Out of Control Policy Blog

Life in the Frying Pan

The whopper of the day, from the Sydney Morning Herald:

    "More than 160,000 people died worldwide in 2004 as a result of climate change and it was time the federal government addressed the issue with a national summit, a peak environment group has said."

I'd give more details, but the article is devoid of any explanation or analysis. Instead, most of the article seems intended to badger Australia into jumping (over the cliff) on the Kyoto bandwagon. How does this even qualify as journalism? It's thinly-veiled activism.

With no other details, I'm inferring from the piece that the 160,000 deaths were supposed to have been caused by natural disasters and drought. But since we know that there's no validity to the claim that hurricanes have increased in frequency due to warming, then what else caused it? Bad weather? Riiigghht....

I certainly hope that they didn't include tsunami-related deaths, as it would be preposterous to say that plate tectonics (the source of earthquakes) is somehow influenced by climate change. Hmmm...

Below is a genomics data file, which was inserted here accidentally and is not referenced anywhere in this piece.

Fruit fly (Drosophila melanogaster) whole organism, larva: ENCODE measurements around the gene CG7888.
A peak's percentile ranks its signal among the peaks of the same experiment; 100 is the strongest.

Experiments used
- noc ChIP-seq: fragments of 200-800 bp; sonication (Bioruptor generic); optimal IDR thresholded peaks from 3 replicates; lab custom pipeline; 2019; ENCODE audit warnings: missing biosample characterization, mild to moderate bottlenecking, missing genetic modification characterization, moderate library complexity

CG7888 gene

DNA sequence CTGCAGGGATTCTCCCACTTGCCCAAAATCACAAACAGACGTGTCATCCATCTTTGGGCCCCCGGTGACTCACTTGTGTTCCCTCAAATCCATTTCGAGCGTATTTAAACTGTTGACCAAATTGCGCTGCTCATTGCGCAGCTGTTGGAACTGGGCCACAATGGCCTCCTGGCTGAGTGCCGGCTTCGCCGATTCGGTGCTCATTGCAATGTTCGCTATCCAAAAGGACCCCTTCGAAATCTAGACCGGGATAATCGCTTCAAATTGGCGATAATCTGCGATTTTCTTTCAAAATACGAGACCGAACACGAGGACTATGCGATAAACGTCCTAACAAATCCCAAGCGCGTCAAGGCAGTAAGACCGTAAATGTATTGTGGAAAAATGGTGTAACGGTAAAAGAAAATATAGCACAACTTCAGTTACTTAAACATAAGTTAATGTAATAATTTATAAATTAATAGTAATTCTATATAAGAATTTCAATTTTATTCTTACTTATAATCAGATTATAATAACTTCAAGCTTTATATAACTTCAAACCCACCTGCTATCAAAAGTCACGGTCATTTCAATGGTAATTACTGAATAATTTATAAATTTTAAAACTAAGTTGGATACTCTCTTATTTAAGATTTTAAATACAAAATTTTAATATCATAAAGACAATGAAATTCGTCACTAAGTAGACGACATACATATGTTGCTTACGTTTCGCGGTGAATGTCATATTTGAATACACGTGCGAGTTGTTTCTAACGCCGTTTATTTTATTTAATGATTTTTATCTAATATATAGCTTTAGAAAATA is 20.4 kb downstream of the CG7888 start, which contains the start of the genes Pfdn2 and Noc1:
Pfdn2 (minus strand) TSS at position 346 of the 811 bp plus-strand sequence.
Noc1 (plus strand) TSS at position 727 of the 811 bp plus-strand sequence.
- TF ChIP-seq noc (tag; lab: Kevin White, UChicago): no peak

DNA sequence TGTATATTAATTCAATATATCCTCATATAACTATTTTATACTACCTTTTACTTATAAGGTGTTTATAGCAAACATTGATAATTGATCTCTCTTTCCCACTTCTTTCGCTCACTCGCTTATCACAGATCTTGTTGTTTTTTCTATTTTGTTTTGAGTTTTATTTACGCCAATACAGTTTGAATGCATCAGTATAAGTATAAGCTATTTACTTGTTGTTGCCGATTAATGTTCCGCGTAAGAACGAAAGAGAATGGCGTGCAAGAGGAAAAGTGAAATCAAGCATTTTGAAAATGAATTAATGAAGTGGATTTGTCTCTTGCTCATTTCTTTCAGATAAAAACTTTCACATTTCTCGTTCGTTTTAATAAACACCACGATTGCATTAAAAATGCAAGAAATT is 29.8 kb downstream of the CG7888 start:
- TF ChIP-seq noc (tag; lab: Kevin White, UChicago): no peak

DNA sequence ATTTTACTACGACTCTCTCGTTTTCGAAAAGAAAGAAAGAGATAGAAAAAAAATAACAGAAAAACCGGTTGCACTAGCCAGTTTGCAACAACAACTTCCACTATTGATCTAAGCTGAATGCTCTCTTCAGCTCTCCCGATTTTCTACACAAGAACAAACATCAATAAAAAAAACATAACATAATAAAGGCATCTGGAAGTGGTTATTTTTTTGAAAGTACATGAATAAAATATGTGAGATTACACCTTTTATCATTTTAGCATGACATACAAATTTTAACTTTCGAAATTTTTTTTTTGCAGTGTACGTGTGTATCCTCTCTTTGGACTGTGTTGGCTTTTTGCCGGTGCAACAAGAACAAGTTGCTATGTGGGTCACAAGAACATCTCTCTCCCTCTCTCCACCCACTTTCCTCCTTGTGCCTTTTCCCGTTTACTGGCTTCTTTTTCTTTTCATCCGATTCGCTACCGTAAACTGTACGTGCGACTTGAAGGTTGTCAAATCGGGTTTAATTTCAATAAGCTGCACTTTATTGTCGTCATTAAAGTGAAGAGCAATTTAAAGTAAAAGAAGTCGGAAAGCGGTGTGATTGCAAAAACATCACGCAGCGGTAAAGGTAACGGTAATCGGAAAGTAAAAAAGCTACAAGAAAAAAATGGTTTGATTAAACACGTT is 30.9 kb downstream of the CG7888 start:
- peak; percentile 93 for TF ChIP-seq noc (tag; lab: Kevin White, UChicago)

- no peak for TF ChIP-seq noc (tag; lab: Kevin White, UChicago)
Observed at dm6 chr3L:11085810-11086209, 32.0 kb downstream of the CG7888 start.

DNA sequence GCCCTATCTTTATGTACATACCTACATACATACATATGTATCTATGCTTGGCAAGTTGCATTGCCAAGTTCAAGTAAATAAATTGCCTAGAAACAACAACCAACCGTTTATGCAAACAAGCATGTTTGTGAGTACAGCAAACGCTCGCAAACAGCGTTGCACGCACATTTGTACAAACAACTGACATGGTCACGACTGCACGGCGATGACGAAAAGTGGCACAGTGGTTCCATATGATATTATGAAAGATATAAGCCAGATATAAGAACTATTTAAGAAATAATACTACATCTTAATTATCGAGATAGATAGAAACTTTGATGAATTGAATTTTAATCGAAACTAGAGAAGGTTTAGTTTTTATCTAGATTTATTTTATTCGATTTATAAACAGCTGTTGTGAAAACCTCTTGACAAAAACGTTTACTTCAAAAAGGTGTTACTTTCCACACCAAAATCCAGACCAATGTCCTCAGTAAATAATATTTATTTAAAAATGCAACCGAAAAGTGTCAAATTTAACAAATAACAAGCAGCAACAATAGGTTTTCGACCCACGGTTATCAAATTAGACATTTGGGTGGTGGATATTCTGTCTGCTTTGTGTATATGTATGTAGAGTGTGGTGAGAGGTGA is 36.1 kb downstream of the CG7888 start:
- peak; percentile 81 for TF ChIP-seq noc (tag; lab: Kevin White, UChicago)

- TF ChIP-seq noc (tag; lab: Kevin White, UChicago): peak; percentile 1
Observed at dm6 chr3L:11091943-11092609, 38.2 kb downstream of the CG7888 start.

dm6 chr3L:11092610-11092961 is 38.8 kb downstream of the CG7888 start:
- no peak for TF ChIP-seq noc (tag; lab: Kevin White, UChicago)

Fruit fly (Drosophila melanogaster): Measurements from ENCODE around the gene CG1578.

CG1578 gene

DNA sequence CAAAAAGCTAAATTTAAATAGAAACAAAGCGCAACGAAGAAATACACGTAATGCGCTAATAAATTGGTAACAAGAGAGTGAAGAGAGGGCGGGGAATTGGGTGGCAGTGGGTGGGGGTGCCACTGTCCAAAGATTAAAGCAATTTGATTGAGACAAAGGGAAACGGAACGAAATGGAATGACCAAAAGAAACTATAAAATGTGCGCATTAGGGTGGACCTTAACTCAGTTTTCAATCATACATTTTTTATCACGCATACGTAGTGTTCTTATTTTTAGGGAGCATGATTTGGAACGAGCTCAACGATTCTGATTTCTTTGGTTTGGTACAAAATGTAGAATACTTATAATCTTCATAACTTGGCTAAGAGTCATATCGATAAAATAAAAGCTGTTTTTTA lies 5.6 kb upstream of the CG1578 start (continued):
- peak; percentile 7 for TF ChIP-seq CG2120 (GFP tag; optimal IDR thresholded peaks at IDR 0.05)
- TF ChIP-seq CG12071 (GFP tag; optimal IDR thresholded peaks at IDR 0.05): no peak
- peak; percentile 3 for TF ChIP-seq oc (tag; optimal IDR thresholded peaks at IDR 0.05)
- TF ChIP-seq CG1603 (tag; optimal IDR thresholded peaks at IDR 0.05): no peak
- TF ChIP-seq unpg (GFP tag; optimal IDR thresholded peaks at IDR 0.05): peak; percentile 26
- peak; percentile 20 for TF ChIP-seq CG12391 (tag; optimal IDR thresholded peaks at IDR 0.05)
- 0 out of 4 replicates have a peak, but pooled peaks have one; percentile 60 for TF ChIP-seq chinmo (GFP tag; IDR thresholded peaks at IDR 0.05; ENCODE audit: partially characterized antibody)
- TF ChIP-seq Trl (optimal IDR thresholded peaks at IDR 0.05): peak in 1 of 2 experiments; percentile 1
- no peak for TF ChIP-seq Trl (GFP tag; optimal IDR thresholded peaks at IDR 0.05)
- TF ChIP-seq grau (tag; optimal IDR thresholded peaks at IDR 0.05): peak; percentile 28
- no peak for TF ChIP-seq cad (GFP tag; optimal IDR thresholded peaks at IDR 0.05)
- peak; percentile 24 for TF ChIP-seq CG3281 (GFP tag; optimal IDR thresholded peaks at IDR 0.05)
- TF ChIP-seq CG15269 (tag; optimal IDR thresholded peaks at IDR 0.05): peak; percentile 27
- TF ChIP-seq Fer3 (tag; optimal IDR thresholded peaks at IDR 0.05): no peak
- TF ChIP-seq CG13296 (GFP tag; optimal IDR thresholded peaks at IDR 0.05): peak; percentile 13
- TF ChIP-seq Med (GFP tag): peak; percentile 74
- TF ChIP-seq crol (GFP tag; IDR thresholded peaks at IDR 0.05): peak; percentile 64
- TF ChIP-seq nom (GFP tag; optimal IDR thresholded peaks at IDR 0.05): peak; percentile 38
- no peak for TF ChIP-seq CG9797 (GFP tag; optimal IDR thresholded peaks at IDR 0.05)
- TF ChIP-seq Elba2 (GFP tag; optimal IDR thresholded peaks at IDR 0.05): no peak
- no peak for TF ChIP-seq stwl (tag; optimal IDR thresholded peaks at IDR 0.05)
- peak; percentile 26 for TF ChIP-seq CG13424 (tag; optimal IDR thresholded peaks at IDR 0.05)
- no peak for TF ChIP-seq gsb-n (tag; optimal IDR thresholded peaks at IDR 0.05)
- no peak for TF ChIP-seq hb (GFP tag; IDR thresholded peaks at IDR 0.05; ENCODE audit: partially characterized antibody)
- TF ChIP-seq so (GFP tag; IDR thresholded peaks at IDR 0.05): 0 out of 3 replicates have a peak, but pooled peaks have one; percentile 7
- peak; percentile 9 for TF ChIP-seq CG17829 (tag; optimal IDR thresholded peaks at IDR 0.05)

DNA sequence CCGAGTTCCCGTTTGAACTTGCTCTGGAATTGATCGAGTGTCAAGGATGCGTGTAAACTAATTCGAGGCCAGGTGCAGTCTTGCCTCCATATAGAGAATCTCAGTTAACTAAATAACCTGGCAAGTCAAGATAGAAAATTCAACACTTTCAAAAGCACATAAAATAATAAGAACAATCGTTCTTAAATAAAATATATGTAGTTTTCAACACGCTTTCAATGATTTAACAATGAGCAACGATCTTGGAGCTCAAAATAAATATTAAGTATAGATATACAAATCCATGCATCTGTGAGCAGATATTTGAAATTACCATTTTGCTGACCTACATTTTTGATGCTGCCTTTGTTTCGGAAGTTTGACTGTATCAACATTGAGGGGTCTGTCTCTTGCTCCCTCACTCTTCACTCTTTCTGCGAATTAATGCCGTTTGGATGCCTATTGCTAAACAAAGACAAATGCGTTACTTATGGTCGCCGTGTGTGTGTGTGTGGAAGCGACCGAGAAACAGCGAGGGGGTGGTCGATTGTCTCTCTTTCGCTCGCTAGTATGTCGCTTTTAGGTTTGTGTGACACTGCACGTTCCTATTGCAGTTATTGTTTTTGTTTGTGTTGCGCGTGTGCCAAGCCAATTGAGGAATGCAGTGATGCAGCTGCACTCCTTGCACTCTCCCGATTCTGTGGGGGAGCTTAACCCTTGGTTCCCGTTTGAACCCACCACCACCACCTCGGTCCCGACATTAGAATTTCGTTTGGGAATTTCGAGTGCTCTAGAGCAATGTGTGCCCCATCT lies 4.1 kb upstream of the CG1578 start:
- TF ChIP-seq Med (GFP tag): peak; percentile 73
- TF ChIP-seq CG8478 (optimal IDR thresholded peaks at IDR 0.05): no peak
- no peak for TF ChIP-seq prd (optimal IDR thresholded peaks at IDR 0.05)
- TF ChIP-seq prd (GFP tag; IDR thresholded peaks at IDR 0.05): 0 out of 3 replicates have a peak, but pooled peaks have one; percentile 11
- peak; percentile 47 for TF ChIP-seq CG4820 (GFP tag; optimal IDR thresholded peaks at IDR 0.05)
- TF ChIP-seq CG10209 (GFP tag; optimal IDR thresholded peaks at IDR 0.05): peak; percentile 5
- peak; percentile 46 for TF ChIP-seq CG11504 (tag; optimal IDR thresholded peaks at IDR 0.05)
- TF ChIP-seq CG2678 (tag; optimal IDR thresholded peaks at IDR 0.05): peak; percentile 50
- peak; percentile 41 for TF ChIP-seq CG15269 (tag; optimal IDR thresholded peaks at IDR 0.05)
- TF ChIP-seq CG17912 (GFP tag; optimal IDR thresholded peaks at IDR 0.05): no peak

The sad thing is that seemingly reputable scientists sink so low as to produce junk studies like this for eco-activists. A open-minded review of the research makes clear that we can't even agree on the basics of climate change, much less take the giant leap to assessing tangible impacts like deaths.

One final thought on this that seems appropriate. Check out this quote from Stanford University climatologist Stephen Schneider (an apparent convert from a global cooling alarmist to a warming alarmist):

    "To capture the public imagination, we have to offer up some scary scenarios, make simplified dramatic statements and little mention of any doubts one might have. Each of us has to decide the right balance between being effective, and being honest."

That says it all. Now it's time for a moment of silence for all of the trees that have died in the process of publishing junk climate change studies...

Leonard Gilroy is Director of Government Reform


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